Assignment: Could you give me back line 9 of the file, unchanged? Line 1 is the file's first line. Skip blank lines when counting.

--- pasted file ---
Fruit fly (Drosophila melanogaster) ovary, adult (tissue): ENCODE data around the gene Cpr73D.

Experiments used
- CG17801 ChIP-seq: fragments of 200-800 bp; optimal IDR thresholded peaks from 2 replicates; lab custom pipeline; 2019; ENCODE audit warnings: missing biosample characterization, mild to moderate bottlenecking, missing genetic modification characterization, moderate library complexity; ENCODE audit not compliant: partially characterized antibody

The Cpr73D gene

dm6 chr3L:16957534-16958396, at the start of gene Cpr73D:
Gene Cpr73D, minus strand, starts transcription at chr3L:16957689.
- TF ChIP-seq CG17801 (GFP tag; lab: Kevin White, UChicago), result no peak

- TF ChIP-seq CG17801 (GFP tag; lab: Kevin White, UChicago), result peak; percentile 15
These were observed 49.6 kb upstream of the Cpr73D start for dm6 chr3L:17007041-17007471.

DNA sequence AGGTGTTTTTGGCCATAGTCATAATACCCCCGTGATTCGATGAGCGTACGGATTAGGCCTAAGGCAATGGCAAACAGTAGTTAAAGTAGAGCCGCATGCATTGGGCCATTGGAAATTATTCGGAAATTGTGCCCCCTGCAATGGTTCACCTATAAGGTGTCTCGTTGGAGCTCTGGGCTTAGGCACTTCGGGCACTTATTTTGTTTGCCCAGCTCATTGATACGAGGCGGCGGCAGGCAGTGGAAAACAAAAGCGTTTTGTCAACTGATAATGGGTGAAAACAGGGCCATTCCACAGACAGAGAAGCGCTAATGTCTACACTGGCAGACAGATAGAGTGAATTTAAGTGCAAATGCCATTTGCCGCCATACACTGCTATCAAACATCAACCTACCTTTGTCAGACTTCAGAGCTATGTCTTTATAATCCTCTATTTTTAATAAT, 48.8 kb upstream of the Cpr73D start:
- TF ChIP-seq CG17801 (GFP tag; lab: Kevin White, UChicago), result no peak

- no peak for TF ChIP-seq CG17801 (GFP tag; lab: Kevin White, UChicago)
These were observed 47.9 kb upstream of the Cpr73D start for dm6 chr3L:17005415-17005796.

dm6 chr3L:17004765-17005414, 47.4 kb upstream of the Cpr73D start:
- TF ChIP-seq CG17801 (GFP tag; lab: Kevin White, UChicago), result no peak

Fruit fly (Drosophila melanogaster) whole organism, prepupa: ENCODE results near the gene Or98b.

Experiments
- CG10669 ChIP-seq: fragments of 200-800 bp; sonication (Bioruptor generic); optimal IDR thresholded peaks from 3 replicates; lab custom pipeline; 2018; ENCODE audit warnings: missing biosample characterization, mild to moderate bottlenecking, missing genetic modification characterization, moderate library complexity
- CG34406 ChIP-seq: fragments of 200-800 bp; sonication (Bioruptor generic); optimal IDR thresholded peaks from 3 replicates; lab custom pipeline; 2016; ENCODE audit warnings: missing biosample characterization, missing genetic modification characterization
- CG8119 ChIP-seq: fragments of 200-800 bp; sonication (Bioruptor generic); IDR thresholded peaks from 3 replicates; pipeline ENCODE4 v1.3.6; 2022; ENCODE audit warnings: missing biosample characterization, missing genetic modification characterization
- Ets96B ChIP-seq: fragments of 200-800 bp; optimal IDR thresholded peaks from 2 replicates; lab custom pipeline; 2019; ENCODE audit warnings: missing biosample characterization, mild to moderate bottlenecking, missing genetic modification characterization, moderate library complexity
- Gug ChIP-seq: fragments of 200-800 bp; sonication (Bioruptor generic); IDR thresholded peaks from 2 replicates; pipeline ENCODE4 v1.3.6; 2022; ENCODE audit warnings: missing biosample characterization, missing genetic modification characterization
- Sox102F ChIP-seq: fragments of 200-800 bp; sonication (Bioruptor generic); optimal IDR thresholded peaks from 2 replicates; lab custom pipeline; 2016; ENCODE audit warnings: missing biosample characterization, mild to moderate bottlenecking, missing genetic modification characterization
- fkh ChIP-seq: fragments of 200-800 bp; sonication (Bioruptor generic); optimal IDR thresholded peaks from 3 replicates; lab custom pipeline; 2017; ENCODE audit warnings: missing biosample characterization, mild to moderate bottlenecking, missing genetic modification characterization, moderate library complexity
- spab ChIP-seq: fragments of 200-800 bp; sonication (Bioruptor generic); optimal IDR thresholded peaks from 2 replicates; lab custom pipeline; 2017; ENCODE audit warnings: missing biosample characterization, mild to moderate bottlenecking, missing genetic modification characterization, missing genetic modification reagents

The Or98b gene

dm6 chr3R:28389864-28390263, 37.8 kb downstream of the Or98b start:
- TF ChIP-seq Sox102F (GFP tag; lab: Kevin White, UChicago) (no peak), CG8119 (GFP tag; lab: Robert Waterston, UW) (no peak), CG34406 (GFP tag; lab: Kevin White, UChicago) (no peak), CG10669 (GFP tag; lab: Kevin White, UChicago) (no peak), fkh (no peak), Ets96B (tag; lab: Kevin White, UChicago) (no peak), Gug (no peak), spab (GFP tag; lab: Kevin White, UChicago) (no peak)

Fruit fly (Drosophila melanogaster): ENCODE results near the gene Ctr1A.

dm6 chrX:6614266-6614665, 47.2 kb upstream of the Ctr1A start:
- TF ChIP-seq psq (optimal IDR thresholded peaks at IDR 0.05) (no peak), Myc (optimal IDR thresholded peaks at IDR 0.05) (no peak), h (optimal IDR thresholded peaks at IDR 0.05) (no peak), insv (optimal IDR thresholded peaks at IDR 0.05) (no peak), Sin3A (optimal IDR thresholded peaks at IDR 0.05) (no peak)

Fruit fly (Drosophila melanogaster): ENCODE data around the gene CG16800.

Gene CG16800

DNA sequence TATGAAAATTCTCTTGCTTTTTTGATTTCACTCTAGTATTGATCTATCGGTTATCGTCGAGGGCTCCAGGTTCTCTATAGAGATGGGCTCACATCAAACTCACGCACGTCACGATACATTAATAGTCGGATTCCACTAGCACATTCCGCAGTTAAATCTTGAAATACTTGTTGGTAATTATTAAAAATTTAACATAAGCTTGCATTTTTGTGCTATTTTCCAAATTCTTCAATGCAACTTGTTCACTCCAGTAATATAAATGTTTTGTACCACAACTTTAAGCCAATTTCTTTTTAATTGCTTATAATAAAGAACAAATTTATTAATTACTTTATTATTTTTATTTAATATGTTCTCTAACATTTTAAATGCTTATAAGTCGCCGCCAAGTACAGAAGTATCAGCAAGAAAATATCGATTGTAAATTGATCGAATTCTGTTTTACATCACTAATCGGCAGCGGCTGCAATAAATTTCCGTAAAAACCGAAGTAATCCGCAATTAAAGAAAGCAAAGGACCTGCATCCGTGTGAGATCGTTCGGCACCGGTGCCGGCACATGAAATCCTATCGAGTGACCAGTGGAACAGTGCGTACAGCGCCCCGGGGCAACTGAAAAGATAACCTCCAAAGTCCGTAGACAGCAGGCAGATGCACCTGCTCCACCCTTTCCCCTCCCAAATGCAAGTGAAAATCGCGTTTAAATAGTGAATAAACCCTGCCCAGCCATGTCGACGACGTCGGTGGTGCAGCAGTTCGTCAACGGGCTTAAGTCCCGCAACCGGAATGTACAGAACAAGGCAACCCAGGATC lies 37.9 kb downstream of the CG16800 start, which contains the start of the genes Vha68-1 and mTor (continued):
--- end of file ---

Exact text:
These were observed 49.6 kb upstream of the Cpr73D start for dm6 chr3L:17007041-17007471.